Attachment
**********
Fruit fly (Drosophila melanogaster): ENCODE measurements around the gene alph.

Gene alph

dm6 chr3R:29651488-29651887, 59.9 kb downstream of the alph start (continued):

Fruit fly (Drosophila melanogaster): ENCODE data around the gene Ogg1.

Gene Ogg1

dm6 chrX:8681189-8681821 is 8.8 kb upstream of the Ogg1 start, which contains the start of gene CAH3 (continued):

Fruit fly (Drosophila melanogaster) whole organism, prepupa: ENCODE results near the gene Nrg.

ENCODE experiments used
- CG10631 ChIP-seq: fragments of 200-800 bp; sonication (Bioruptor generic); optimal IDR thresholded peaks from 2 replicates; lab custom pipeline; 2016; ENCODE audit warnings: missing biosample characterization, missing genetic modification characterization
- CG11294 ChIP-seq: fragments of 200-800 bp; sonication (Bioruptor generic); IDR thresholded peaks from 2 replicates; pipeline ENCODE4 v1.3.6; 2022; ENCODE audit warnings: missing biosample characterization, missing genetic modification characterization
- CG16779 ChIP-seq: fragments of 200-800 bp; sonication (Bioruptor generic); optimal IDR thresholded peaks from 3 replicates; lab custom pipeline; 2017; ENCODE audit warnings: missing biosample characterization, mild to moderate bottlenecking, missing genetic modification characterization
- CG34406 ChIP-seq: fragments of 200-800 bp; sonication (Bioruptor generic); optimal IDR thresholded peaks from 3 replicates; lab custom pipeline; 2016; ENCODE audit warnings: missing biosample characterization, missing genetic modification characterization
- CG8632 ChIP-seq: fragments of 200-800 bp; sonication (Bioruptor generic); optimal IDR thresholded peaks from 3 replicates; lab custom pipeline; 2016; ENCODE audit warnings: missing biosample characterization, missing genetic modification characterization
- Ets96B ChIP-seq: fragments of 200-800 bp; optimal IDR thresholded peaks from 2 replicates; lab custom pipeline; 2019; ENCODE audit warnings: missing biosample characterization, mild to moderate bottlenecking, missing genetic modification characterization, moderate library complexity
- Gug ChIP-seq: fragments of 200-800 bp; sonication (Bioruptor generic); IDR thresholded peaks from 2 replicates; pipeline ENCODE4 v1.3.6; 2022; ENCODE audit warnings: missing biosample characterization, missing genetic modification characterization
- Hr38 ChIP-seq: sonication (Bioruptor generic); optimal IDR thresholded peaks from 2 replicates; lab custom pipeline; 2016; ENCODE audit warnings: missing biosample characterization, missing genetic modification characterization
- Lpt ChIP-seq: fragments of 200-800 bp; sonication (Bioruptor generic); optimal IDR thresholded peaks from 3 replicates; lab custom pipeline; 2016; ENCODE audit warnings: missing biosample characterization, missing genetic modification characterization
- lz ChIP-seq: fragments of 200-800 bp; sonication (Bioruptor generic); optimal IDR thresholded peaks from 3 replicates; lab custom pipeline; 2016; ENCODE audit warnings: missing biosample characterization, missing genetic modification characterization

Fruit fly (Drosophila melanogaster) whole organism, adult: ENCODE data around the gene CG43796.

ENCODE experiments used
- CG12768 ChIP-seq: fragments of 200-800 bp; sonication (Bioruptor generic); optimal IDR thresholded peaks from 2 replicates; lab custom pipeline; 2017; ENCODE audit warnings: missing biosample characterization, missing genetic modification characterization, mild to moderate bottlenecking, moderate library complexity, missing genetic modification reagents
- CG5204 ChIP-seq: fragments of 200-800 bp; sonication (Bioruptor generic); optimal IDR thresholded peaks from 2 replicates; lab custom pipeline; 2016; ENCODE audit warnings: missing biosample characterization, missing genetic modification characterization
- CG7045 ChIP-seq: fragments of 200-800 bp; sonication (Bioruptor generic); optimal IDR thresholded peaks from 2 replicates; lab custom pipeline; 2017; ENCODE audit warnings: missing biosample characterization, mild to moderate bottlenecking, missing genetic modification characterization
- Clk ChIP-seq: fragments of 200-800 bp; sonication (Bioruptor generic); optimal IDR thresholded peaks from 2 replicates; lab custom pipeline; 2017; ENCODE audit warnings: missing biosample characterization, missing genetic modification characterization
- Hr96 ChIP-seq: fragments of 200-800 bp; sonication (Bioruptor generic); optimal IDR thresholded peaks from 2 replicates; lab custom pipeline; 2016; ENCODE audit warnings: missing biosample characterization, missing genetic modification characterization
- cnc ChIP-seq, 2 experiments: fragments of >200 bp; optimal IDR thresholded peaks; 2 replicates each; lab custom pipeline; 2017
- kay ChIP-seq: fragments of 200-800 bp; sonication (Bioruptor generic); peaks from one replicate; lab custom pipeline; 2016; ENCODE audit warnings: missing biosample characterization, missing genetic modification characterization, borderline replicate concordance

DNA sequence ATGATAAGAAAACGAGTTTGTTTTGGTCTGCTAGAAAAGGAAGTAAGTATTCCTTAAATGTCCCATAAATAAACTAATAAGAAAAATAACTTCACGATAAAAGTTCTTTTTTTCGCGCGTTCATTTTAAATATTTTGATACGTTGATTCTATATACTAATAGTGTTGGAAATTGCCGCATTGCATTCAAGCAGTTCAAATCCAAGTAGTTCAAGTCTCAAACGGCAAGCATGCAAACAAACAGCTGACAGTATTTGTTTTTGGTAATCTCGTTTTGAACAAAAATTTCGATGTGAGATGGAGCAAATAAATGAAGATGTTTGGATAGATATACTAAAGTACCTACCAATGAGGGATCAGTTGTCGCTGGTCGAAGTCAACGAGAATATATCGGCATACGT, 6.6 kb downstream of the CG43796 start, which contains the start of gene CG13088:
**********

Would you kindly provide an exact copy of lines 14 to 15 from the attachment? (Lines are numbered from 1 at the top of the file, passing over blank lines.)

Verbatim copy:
- Ets96B ChIP-seq: fragments of 200-800 bp; optimal IDR thresholded peaks from 2 replicates; lab custom pipeline; 2019; ENCODE audit warnings: missing biosample characterization, mild to moderate bottlenecking, missing genetic modification characterization, moderate library complexity
- Gug ChIP-seq: fragments of 200-800 bp; sonication (Bioruptor generic); IDR thresholded peaks from 2 replicates; pipeline ENCODE4 v1.3.6; 2022; ENCODE audit warnings: missing biosample characterization, missing genetic modification characterization